Penny Dreadful XIII is a witch intent on casting a spell on viewers and bringing back the “daze” of the late night horror host to the Boston-area airwaves. Portrayed by Danielle Gelehrter, Penny Dreadful is a hex-citing host, one minute delighting with a dry wit and the next casting a sinister gaze upon the proceedings. Penny Dreadful’s Shilling
Shockers now air in 10 states around the country, and online. Penny is a regular witchy attraction at horror conventions around the country.

Penny Dreadful Shilling Shockers Open

And there are so many more –

Vincent Price

So, to all of the horror hosts who have guided us down those dark and dank alleys, late at night, providing a bit of wit and humor along those dark passages, we remember you with the words of Vincent Price – Master Horror Host:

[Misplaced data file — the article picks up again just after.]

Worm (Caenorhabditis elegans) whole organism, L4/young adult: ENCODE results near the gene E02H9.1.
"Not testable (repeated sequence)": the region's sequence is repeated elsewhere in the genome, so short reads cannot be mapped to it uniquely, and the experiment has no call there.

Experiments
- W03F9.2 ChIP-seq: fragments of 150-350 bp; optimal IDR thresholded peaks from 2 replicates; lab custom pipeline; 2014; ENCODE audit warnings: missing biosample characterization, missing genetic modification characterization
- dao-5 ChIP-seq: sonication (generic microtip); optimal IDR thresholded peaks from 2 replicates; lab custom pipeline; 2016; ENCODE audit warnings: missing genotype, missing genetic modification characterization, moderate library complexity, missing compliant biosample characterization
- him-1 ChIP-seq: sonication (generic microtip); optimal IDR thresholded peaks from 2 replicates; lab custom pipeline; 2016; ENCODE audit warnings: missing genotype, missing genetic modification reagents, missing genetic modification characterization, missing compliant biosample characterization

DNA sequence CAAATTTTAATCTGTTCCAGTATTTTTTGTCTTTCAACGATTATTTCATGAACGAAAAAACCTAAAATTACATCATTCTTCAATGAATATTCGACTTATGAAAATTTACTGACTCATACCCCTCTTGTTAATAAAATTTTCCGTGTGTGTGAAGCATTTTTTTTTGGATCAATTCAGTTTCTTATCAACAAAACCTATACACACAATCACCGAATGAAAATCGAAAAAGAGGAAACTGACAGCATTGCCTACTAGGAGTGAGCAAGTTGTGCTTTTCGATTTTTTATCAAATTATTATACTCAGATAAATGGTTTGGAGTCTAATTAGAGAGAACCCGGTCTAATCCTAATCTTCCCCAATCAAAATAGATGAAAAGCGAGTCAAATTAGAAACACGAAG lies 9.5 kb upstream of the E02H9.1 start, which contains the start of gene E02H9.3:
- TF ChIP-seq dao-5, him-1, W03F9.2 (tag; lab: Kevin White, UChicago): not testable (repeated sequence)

The foulest stench is in the air
The funk of forty thousand years
And grisly ghouls from every tomb
Are closing in to seal your doom
And though you fight to stay alive
Your body starts to shiver
For no mere mortal can resist
The evil of the thriller


~ Joy

Friday, July 12, 2013

Frightfully Spook-tcular Horror Hosts

They would usually join us on a Friday or Saturday night after the late night news, keeping us company through the witching hour, and sometimes scaring the bejesus out of us.

Horror Hosts of the Past
Ah, what fond memories many of us have of the local TV horror movie show and the host. If he or she were a gifted host, you would wade through the B movie, just to see what they were going to say or do at the next break.